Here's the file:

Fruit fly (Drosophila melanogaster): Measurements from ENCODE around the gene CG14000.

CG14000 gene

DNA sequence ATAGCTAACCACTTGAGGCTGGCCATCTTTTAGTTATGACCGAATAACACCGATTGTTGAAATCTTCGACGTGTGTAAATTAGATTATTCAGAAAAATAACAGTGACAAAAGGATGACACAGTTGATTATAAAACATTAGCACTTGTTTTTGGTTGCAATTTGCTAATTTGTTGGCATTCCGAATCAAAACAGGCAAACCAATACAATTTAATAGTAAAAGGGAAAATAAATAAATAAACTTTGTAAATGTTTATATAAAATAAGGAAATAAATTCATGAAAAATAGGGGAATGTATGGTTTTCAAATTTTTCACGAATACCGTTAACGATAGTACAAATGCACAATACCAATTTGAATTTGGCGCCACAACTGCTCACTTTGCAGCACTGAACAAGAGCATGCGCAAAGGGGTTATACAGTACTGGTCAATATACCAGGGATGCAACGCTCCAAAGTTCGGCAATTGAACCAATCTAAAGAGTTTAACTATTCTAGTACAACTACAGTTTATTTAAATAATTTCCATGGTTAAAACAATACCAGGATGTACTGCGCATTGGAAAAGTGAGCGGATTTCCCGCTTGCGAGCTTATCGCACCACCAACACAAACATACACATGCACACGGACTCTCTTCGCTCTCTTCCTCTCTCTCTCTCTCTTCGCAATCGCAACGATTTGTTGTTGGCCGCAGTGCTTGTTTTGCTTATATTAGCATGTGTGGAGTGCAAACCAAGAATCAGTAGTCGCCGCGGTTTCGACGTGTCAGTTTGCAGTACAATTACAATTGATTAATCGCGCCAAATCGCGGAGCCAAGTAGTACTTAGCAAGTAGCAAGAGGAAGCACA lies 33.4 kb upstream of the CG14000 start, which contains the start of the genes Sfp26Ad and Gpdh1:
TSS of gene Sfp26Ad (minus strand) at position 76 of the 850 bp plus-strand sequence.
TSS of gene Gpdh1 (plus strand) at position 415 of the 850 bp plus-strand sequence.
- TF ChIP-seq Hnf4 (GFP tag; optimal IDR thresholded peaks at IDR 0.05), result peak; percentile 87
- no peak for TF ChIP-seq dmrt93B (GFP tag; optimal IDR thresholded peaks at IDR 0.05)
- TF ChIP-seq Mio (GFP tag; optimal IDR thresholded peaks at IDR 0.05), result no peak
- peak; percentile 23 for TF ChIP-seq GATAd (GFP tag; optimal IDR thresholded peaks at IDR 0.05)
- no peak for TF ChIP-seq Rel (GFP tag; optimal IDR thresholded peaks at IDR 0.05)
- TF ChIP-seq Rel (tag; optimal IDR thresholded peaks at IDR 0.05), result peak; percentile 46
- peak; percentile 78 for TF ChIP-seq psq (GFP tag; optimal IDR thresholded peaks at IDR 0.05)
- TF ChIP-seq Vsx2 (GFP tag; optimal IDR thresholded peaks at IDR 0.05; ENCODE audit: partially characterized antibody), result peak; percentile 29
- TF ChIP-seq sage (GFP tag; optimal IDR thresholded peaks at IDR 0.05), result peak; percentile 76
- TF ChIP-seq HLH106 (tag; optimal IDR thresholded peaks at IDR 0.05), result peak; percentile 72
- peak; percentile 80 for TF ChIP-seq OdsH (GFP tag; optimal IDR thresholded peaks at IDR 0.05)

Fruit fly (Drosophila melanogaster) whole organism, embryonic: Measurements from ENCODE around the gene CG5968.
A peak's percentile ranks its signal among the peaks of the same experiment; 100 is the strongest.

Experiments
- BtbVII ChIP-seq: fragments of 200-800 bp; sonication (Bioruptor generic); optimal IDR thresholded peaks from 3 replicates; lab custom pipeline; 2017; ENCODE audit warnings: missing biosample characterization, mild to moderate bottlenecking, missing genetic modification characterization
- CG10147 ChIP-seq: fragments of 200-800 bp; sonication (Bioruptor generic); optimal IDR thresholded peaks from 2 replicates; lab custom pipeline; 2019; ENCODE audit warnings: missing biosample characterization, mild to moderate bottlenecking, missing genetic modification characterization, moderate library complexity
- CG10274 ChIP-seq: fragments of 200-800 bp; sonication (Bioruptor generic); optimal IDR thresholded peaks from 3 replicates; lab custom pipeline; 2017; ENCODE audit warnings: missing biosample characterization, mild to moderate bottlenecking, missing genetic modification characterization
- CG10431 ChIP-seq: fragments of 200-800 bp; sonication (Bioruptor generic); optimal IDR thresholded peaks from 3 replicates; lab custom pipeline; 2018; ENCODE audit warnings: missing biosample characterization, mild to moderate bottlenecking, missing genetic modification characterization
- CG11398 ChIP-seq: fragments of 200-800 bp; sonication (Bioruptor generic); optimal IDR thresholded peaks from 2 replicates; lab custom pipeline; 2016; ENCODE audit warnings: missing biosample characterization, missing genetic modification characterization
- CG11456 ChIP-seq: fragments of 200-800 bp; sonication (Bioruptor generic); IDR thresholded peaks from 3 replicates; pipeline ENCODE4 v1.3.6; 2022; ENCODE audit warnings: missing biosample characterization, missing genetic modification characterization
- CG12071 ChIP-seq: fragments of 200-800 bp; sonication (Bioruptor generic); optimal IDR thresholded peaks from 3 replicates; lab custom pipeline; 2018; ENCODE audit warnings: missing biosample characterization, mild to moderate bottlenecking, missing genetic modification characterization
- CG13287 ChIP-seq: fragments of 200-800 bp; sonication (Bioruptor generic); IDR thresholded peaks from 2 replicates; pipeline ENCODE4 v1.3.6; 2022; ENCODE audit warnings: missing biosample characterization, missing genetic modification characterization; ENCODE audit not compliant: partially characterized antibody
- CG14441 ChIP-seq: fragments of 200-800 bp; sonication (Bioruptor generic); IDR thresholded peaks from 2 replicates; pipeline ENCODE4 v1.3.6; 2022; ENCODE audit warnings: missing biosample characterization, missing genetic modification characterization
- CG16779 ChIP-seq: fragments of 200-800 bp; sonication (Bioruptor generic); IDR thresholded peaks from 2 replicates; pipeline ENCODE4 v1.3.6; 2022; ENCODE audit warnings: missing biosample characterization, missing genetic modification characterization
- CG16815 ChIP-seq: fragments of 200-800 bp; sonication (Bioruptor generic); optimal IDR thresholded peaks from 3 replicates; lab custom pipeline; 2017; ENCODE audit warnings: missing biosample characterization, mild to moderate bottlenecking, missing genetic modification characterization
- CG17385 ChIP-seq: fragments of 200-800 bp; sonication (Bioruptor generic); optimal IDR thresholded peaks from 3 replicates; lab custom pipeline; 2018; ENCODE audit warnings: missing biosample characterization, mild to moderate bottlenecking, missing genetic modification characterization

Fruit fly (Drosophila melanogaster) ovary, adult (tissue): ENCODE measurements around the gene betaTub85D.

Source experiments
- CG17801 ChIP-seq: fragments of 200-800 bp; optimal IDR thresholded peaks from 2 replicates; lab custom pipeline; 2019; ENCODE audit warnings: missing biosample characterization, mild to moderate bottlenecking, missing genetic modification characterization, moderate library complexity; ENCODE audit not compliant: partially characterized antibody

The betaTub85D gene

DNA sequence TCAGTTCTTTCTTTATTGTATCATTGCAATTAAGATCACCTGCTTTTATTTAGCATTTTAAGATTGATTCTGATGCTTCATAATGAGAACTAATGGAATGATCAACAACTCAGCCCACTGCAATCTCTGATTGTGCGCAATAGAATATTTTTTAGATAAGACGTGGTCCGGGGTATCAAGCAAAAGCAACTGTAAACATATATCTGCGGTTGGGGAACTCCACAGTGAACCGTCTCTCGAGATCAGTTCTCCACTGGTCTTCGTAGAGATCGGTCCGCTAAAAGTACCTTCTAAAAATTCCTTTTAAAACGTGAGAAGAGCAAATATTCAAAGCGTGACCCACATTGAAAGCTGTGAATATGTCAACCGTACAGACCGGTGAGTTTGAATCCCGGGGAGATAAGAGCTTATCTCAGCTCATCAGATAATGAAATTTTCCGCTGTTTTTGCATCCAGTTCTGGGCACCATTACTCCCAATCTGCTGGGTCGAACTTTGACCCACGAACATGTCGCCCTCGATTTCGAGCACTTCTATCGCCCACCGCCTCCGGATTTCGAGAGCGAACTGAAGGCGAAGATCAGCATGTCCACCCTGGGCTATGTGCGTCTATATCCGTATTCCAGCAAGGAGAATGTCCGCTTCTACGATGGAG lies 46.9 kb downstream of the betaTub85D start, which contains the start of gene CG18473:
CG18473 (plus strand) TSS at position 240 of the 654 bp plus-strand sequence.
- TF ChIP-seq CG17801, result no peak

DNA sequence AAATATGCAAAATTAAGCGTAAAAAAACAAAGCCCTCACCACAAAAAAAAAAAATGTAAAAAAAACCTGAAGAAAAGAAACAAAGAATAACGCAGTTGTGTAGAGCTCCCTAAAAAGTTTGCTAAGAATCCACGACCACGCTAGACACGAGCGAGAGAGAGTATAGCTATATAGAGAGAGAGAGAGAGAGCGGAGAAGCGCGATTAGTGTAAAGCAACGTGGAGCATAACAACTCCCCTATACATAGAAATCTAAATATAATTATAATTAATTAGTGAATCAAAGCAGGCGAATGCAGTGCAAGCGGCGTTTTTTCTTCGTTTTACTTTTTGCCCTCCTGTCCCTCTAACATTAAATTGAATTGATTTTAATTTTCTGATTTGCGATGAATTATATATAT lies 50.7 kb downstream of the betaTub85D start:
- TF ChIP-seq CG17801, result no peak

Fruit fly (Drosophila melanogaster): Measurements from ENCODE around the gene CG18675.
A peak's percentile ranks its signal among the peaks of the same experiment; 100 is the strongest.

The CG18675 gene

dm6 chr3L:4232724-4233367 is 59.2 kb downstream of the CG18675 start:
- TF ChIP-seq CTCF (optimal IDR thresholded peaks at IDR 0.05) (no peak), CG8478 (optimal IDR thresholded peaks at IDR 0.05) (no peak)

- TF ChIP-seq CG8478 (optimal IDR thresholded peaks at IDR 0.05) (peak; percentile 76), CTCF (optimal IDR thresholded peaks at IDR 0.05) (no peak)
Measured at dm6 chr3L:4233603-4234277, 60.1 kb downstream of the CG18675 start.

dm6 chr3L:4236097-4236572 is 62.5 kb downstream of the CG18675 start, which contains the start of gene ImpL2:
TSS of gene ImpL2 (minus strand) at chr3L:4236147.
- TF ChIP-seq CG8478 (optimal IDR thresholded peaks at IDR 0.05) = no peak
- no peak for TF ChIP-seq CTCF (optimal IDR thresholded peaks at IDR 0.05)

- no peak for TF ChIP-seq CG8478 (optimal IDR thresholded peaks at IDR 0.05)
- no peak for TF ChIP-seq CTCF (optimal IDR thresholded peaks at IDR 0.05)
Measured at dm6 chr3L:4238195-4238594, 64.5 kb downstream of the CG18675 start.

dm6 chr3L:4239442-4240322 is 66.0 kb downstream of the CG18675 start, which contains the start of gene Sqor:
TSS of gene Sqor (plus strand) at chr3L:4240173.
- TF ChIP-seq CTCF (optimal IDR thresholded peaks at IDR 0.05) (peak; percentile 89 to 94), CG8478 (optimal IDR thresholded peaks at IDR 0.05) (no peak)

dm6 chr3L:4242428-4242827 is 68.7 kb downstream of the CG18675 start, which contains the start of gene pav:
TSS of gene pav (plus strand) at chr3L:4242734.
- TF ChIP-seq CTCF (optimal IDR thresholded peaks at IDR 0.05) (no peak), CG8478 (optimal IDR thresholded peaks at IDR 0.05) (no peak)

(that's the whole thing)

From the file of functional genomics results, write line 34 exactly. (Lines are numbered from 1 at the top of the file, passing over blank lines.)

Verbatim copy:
- CG17801 ChIP-seq: fragments of 200-800 bp; optimal IDR thresholded peaks from 2 replicates; lab custom pipeline; 2019; ENCODE audit warnings: missing biosample characterization, mild to moderate bottlenecking, missing genetic modification characterization, moderate library complexity; ENCODE audit not compliant: partially characterized antibody